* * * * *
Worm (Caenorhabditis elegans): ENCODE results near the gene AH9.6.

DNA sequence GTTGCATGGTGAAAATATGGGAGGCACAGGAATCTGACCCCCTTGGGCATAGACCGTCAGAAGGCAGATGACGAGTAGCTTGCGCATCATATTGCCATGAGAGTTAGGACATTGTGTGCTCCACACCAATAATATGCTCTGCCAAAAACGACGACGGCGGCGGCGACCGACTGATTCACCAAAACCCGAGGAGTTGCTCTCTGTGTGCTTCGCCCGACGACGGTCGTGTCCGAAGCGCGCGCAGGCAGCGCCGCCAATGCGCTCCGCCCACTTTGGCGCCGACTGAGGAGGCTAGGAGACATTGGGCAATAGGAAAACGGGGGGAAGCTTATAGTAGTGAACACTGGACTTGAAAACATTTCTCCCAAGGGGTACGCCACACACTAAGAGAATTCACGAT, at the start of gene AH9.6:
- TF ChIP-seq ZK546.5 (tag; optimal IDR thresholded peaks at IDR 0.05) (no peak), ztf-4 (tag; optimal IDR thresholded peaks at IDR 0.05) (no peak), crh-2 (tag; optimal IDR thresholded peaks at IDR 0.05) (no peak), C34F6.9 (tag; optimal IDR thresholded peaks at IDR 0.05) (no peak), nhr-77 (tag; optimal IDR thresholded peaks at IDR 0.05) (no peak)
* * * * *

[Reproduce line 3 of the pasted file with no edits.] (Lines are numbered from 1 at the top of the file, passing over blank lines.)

- TF ChIP-seq ZK546.5 (tag; optimal IDR thresholded peaks at IDR 0.05) (no peak), ztf-4 (tag; optimal IDR thresholded peaks at IDR 0.05) (no peak), crh-2 (tag; optimal IDR thresholded peaks at IDR 0.05) (no peak), C34F6.9 (tag; optimal IDR thresholded peaks at IDR 0.05) (no peak), nhr-77 (tag; optimal IDR thresholded peaks at IDR 0.05) (no peak)